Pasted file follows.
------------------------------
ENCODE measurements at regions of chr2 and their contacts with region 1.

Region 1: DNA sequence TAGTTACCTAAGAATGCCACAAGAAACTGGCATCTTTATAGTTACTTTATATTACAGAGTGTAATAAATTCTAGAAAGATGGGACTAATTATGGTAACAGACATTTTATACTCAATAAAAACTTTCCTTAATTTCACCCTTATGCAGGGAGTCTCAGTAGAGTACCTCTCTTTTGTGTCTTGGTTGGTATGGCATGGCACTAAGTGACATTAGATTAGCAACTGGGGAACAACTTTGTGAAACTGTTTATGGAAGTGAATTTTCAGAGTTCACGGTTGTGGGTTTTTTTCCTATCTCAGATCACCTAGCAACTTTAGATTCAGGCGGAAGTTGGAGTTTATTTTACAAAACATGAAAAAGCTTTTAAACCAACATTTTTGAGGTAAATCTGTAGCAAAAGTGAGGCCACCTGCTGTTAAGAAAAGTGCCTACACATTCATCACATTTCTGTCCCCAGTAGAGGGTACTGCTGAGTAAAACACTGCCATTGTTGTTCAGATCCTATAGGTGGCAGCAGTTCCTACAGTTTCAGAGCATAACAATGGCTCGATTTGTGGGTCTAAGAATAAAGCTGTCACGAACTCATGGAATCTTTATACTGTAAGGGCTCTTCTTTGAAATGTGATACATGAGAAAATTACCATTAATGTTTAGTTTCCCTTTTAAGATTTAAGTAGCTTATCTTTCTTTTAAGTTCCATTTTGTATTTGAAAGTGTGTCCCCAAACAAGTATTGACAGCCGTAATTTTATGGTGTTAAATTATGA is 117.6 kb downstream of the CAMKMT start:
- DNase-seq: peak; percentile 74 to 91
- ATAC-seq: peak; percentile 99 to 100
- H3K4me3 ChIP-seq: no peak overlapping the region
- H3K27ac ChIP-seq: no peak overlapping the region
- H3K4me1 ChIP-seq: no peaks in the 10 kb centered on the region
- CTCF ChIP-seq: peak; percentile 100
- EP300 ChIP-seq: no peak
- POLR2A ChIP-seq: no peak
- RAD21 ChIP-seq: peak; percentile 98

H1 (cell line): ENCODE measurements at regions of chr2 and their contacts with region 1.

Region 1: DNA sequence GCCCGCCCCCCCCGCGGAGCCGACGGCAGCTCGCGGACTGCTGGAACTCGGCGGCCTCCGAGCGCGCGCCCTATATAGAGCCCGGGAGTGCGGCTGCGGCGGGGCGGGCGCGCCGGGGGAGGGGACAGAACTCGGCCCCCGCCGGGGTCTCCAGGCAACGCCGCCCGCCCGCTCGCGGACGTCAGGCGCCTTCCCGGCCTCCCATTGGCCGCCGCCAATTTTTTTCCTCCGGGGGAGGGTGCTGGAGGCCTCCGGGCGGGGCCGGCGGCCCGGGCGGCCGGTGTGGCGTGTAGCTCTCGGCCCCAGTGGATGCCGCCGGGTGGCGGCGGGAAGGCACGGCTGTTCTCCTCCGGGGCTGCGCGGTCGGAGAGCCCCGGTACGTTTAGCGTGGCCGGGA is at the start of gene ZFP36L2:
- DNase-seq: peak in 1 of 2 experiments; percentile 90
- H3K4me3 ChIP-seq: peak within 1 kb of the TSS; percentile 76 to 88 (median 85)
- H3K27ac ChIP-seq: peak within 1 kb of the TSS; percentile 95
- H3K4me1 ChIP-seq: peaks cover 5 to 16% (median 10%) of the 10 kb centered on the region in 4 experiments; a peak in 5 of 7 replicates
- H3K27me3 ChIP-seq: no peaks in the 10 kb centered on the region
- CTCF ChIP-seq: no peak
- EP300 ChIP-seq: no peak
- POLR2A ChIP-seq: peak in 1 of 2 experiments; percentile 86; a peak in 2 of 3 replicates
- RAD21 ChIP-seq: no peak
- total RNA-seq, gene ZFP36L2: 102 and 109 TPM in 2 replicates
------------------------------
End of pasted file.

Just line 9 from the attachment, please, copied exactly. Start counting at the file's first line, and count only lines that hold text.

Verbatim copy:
- EP300 ChIP-seq: no peak